Understand your subjects

Know the animals you’re photographing - their habits and personalities. This can make the difference between capturing a bird as it catches its prey, or watching it fly past you. Spend time in the field, do your research, and be patient. A deeper understanding of the wildlife you’re shooting will make sure you never miss those perfect moments.

Be respectful

There are certain unwritten rules in wildlife photography, but respect is key. Keep your distance, be safe, and take calculated risks. It is always a good idea to avoid mating season, and never get between a mother and her young.

Blend in

It is important not to disturb the wildlife, so using a camera with a quiet shutter mode is vital. This will enable you to blend in and take more organic shots of animals in their natural environments.

Use the natural environment to your advantage

The sun is one of the most useful tools you have, so make use of it. My favourite time to shoot is at the beginning and end of the day, in what wildlife photographers call the ‘golden hour’ - the period shortly after sunrise or just before sunset. This often coincides with heightened animal activity, so you’re bound to get a great shot.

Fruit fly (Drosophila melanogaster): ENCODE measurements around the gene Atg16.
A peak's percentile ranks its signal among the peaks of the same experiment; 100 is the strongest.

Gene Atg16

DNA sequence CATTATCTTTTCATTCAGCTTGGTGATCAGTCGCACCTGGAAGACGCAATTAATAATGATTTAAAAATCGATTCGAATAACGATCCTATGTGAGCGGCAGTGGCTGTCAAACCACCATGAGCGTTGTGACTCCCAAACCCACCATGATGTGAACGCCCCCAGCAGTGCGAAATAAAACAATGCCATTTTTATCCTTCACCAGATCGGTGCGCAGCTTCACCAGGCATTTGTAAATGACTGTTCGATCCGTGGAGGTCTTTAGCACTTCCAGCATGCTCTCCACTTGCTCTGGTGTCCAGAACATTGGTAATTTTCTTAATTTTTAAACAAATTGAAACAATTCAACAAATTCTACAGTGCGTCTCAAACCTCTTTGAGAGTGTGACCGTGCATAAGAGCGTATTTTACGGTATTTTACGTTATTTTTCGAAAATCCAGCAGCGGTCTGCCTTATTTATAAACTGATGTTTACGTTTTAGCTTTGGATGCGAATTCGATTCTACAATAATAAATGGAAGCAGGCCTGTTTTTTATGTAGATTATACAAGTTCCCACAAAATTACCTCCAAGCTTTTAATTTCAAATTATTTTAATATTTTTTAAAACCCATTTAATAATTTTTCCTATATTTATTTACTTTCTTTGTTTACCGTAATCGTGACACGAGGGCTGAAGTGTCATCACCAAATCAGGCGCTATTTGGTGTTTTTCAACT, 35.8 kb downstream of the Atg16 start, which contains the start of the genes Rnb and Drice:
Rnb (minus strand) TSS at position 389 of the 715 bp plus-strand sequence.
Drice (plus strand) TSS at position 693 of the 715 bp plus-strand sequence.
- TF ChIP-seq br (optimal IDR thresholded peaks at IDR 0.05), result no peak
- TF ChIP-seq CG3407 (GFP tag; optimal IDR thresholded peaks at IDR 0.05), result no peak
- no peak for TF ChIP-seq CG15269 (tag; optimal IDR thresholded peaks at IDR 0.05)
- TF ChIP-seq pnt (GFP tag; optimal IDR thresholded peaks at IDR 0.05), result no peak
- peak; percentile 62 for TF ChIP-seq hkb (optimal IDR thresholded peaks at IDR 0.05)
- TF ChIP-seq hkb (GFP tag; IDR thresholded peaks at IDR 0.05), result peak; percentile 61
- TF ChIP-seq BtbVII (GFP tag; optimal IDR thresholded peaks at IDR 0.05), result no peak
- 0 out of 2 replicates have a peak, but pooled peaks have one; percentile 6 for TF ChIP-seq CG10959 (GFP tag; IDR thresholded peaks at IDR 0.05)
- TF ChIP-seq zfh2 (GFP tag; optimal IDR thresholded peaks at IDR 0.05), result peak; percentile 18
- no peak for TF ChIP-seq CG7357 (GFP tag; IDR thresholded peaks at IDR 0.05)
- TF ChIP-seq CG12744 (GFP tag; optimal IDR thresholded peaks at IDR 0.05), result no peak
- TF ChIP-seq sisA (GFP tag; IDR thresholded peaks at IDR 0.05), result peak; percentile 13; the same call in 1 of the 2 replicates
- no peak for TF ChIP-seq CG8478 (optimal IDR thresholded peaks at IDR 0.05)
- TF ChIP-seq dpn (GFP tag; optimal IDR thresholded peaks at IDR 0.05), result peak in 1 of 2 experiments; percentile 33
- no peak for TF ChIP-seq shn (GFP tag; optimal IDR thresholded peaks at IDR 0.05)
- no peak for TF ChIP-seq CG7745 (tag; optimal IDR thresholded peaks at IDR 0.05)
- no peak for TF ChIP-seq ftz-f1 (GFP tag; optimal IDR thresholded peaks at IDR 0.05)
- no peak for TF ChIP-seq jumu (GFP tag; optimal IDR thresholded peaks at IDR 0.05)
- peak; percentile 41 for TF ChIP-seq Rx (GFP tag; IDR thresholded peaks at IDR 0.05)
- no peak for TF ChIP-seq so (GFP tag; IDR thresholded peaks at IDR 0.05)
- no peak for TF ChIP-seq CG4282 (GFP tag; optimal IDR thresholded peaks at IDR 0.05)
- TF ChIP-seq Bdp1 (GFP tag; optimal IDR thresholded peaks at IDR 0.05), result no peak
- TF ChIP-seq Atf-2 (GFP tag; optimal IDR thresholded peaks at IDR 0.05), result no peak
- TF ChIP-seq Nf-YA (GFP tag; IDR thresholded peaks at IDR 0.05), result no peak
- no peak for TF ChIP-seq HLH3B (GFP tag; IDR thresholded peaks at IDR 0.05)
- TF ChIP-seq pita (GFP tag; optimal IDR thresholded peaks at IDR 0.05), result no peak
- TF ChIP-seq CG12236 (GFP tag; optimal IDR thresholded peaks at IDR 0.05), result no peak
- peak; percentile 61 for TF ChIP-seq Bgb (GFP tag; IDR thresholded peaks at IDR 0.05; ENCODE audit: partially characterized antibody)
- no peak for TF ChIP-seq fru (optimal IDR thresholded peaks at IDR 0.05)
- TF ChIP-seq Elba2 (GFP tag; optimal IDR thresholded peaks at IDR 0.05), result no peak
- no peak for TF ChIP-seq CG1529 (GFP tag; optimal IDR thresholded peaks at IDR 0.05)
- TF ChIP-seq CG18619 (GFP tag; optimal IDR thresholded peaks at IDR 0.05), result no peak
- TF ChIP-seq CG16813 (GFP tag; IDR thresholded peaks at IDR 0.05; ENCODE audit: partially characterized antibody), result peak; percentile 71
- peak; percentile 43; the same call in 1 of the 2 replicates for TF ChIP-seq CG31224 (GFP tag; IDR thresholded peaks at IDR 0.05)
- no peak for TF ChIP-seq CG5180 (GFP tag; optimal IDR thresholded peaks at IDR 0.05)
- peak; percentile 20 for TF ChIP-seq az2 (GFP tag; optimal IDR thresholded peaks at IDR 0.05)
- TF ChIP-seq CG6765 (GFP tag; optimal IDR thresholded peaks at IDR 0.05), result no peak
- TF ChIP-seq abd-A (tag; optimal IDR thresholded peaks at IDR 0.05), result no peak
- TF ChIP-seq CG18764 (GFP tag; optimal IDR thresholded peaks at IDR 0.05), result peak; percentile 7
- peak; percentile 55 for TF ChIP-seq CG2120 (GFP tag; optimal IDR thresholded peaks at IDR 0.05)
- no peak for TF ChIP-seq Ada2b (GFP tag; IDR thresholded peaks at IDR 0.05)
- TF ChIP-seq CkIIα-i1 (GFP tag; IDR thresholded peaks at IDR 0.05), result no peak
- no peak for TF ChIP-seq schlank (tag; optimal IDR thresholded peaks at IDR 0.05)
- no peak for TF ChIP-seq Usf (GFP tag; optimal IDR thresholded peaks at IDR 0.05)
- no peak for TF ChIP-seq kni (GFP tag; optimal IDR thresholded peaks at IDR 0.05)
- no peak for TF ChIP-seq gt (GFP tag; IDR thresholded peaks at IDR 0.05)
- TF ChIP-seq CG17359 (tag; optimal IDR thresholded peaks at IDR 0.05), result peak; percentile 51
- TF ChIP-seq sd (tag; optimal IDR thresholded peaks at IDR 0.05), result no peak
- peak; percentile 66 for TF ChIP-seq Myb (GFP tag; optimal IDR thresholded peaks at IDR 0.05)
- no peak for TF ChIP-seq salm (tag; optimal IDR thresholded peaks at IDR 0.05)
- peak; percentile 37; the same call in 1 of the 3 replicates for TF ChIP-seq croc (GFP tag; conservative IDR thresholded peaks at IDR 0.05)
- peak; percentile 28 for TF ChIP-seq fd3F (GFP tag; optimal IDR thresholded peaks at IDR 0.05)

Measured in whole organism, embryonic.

Take your time

Nature can be unpredictable and is often not on your side. A tremendous amount of luck is involved in wildlife photography. Despite your research, if an animal is not where you thought it would be, you cannot photograph it. Don’t let this stop you. Pause and rethink your angle, work with what you have today, or come back and try again tomorrow.

Choose your kit carefully

Choose your lenses carefully. Think about how close you need to get to your subject. The longer the focal length, the closer you can get. Take multiple lenses with you, because you never know what lens will work best in that unexpected moment.